New approach – building self reliance and strength
The new approach in recovery (or the one that is working for myself and many others) is to not rely on 12 step meetings in order to stay clean and sober.
This is not to say that you need to swear off AA or NA and never go to another meeting again. It just means that you can still recover without becoming a slave to the daily meeting ritual in order to maintain your sobriety.
So what is the alternative to meetings? In very early recovery going to lots of meetings may actually be the best course of action. But in long term sobriety it does not make sense to depend on daily meetings in order to maintain sobriety. If you are still dependent on AA meetings after a year or two in the program then you must not be working the steps very well into your daily life.
The key is to take action and make positive changes in your life. You can do this in a general sense (so long as you are self motivated) or you can do this through the 12 step program. However you do it, the key is in the positive changes that you make and the personal growth that you achieve. It is this action and these results that cause you to achieve and maintain sobriety.
What has happened in “modern day recovery” is that meetings have become so widespread that people have come to depend on them for constant support. In the early days of AA there were not constant meetings to be had every day, around the clock. There may have only been one or two meetings each week and people managed to stay sober at that time. How did they do it? By taking action–studying the literature, applying what they learned, and working the steps. Today’s society probably finds all of that to be a lot of hard work, and it is easier to just show up to the daily meeting and get your regular dose of “therapy.”
I see this as being how modern AA actually works for most people: Instead of applying the program and doing the work involved, people are content to just go through the motions and show up to meetings every day. They want it to work simply, through osmosis, by just showing up and absorbing the information at meetings. Maybe they can talk for a while and vent their problems and frustrations. This was not how AA was designed to actually work, but this is what it has slowly become. There are dozens of meetings every day and they are spread all over so you don’t have to do much footwork or learn to rely on yourself–you can just keep showing up to meetings and depend on them for support in your recovery.
The new approach (or the one that works for me) rejects this dependency on daily meetings.
The idea is to reject the daily meetings and then figure out what you need to do in order to maintain sobriety. This is how it worked for me anyway. I said to myself: “This is crazy. I sit in these meetings every day and listen to the same people say the same things over and over again, and it is not really building up my strength in recovery in any sort of meaningful way. How can I work my own recovery without depending on meetings for my sobriety?”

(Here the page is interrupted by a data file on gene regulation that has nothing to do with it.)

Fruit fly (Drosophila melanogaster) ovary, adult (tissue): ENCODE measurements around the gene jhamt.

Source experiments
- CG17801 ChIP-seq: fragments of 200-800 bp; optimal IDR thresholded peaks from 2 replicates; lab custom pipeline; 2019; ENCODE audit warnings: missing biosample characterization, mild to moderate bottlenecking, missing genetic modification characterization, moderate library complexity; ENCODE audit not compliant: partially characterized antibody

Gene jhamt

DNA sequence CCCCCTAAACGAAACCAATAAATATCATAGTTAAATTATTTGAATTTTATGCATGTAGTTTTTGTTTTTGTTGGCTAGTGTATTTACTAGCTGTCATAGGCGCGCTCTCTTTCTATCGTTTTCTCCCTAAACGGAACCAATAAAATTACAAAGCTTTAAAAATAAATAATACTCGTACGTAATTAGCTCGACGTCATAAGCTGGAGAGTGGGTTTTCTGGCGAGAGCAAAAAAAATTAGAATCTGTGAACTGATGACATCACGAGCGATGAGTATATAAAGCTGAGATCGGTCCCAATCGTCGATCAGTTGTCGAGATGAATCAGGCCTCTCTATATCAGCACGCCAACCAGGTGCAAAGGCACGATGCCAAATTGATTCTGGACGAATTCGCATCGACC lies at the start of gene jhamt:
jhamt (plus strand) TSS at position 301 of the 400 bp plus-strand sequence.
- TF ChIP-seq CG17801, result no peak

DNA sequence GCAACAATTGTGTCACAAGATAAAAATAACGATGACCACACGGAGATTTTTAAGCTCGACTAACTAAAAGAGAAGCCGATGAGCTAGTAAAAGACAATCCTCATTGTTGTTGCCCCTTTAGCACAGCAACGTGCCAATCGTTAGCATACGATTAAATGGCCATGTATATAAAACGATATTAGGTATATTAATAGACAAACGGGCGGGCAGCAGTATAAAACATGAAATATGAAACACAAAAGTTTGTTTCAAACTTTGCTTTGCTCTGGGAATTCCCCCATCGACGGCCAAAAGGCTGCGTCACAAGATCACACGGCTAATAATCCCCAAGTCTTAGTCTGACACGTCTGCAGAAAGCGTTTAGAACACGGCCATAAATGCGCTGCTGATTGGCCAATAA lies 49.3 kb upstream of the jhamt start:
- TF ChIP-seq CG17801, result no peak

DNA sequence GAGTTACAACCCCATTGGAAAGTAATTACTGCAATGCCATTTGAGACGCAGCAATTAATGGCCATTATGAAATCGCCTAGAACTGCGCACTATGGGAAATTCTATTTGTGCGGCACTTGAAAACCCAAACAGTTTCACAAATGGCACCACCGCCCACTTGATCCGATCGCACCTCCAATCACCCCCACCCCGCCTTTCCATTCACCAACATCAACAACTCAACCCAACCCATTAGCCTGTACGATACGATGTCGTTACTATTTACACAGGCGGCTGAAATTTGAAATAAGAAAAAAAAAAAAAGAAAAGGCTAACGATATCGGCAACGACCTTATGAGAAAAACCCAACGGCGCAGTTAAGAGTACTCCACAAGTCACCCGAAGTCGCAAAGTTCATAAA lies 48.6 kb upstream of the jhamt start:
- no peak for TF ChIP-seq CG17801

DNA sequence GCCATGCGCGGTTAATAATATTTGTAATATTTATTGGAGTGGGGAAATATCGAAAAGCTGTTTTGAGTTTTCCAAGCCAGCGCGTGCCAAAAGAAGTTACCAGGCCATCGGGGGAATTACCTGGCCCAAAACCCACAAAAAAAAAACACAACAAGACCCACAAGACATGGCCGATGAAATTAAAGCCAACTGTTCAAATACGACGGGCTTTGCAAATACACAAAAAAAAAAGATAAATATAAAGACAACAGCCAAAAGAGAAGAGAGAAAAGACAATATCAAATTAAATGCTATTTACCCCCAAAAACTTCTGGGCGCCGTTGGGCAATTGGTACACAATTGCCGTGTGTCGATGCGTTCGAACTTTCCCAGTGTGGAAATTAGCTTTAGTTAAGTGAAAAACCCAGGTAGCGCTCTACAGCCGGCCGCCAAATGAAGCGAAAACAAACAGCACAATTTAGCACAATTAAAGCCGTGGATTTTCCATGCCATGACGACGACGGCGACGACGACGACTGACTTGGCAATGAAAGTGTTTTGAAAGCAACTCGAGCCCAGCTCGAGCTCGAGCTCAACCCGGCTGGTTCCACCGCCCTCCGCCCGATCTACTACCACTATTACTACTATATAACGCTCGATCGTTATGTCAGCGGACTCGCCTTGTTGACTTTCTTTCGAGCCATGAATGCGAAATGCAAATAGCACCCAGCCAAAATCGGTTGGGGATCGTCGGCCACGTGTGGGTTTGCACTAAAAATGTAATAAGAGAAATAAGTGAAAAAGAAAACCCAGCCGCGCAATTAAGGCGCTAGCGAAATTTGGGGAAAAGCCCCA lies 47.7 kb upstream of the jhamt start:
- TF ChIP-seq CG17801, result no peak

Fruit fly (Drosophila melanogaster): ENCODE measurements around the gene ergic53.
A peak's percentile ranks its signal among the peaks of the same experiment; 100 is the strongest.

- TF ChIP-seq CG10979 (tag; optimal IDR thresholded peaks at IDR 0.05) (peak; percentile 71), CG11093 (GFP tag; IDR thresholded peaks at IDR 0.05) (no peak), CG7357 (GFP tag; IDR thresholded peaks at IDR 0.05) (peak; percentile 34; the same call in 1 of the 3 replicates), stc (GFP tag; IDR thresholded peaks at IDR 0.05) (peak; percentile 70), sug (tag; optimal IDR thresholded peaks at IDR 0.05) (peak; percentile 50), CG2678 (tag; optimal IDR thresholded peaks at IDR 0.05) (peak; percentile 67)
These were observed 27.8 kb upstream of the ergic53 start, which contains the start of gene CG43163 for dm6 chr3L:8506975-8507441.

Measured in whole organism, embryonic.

This was the line of questioning that forced me to take a look at my actual recovery and what actions I was taking each day. In order to “break free” I had to design my own program of recovery based on my own ideas. But most importantly I had to spur myself into action and make sure that I stayed motivated. I was convinced that I could avoid relapse if I pushed myself to keep making positive changes.
Really this was the entire secret of recovery for me: I realized that AA and the 12 steps were just a set of guidelines for positive change, and the real driver of sobriety was the personal growth that resulted from making changes. I intuitively realized that there was no magic in the 12 steps themselves, but only in the fact that they led to a process of positive action.
Stop taking positive action and you relapse eventually. Keep taking positive action and you remain sober. It really was as simple as that and so I just needed a life strategy that would encourage me to keep making positive changes.
Old approach – relapse prevention as tactics
The old approach was to approach relapse prevention as a series of tactics that one might use in response to various triggers and urges.
This was a tactical approach. Therefore, they tried to teach you how to respond to various situations such as:
* You find yourself craving your drug of choice. What do you do? Answer: call your sponsor or go to a meeting, etc.
* You have to go into a dangerous situation where you know you will be tempted to relapse. What do you do? Answer: take a peer from recovery with you, call your sponsor before and after, etc.
This is old school relapse prevention. Identify the triggers and create a plan to counter those triggers.
I can picture the workbooks in rehab centers right now: “Write down 5 things that trigger you to want your drug of choice. Now write down 5 things that you can do in order to overcome these triggers.”
And so on. This is the old school approach.